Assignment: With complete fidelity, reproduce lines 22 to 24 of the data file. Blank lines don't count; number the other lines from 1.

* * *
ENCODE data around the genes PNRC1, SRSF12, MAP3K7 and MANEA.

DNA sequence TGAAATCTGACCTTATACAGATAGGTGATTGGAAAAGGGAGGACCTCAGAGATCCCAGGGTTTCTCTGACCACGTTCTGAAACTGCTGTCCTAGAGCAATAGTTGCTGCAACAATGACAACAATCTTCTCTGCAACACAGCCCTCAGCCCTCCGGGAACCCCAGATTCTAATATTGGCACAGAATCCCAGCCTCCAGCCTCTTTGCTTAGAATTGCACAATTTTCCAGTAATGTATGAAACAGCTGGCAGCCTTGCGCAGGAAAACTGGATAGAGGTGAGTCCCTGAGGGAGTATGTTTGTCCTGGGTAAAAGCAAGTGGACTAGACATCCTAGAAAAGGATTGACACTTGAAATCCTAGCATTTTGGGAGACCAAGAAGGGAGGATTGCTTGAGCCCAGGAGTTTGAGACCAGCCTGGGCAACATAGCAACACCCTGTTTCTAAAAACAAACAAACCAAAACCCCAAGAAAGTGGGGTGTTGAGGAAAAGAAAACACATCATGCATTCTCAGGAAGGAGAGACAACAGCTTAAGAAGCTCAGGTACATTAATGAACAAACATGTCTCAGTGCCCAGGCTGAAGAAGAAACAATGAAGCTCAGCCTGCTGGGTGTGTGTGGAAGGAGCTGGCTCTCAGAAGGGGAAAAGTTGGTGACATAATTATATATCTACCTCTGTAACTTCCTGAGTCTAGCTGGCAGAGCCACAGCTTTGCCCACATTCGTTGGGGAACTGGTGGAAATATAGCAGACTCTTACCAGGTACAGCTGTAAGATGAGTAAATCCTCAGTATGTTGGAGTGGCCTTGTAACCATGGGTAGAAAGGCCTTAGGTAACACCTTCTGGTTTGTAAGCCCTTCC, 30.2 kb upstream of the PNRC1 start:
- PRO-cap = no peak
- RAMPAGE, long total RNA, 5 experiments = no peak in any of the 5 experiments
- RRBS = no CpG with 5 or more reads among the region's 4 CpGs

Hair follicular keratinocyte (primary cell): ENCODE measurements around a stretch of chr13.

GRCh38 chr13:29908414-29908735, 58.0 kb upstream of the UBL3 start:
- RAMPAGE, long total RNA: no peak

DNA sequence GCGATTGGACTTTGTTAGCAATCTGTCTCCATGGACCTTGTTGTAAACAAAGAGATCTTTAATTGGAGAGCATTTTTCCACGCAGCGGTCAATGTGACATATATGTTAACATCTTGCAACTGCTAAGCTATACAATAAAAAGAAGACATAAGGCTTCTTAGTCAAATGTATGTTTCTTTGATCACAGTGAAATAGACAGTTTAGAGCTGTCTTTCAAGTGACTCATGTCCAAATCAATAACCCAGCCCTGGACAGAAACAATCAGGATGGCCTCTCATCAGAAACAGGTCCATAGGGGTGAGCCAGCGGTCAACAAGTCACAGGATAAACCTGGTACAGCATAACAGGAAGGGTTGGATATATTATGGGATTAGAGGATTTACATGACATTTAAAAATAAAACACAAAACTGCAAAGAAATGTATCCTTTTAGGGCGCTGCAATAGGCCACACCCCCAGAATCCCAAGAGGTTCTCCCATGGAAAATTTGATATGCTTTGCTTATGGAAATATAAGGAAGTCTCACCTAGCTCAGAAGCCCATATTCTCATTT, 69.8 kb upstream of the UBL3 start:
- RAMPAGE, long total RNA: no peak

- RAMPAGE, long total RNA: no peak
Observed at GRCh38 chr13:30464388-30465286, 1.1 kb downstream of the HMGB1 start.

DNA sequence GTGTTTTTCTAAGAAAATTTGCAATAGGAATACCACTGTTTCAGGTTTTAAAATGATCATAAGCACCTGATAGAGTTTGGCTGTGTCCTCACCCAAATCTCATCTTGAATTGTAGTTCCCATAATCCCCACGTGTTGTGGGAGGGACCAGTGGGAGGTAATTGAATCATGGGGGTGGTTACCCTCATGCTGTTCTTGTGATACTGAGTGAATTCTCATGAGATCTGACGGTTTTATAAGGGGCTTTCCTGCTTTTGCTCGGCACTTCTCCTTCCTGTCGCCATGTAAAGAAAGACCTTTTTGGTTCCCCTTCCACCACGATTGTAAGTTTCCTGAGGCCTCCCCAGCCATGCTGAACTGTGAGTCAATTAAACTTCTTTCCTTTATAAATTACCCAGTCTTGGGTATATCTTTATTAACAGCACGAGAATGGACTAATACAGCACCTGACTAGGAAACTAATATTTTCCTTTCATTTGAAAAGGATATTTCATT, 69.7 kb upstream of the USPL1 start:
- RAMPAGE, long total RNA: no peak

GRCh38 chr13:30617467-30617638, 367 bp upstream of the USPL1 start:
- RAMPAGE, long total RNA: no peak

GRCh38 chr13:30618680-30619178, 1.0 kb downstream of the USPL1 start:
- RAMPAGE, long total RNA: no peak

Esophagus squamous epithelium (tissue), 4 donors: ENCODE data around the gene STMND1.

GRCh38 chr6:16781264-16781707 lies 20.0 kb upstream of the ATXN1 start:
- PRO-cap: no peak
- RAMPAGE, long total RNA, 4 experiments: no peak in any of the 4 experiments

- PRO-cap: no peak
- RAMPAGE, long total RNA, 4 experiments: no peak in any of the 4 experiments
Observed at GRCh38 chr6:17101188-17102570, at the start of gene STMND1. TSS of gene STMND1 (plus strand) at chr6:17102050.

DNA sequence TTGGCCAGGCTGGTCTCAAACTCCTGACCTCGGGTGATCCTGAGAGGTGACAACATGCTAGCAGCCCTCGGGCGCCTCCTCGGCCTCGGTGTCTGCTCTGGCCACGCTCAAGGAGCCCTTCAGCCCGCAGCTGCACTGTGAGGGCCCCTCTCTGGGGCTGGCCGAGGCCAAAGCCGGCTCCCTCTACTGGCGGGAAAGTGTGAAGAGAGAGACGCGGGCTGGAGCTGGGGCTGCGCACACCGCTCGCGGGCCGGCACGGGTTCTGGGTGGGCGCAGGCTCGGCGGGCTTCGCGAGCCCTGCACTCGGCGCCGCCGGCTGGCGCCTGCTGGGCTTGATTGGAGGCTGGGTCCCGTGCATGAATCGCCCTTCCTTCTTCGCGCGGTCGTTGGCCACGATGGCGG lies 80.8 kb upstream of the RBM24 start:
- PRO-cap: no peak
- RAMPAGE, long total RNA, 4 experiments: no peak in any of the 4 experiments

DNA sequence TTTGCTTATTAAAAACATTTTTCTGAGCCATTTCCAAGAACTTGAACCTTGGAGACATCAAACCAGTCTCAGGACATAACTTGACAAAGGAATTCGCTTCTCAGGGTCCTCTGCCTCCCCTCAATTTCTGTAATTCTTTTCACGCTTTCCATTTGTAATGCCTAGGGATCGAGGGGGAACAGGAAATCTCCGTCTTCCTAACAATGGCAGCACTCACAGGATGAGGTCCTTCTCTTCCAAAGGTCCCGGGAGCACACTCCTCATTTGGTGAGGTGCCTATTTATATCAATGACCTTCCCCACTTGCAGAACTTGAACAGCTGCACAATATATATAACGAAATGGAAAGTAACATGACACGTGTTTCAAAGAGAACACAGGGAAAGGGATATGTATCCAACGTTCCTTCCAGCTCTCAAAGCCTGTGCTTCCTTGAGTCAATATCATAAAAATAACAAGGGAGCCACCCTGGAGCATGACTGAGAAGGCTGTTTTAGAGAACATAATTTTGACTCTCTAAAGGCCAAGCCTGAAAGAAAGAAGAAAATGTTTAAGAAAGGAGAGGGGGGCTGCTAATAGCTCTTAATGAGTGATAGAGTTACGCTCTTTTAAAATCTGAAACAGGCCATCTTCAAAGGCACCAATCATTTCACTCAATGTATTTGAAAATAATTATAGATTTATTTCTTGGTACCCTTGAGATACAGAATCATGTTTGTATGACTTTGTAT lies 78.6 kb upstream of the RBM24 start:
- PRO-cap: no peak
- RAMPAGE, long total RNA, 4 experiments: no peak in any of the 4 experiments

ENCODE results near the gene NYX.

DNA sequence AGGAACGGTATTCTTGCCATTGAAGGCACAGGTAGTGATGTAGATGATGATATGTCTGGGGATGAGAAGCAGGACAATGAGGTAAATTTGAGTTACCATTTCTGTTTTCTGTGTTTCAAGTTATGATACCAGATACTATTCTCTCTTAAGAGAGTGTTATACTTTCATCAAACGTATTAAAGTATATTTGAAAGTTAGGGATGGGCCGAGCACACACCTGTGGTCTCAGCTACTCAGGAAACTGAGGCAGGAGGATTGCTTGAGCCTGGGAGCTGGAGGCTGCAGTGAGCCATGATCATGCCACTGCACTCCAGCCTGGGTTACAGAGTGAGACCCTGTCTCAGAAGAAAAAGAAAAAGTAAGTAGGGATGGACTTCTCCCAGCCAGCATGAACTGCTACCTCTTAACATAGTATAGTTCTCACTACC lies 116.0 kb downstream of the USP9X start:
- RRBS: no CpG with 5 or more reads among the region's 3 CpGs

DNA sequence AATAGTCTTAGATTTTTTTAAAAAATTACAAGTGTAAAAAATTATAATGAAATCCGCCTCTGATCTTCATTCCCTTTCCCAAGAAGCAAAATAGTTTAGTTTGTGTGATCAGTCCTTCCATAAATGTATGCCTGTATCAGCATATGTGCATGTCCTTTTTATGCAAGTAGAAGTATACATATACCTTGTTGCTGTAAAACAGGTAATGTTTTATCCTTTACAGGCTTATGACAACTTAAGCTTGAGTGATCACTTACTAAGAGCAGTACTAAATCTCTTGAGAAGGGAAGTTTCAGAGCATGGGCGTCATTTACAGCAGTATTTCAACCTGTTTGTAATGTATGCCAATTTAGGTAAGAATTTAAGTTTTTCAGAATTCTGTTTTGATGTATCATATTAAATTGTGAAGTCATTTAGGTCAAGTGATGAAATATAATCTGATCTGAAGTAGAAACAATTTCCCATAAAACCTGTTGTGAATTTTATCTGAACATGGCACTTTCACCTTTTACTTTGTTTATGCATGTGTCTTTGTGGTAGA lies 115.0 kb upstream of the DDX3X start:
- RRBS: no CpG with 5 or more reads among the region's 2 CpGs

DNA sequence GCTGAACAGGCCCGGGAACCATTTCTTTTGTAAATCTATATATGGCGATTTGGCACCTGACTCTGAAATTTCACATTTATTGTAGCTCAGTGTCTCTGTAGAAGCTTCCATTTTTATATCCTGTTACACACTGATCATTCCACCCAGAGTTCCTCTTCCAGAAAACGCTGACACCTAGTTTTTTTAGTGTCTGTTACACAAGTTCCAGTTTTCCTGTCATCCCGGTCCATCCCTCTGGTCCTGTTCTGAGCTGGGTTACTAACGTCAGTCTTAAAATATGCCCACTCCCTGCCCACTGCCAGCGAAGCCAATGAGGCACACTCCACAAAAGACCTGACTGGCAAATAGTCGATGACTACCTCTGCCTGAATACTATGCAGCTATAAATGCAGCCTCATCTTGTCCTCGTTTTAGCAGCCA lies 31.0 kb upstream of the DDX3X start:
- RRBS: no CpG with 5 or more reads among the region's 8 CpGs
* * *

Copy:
- RAMPAGE, long total RNA, 4 experiments: no peak in any of the 4 experiments

- PRO-cap: no peak
- RAMPAGE, long total RNA, 4 experiments: no peak in any of the 4 experiments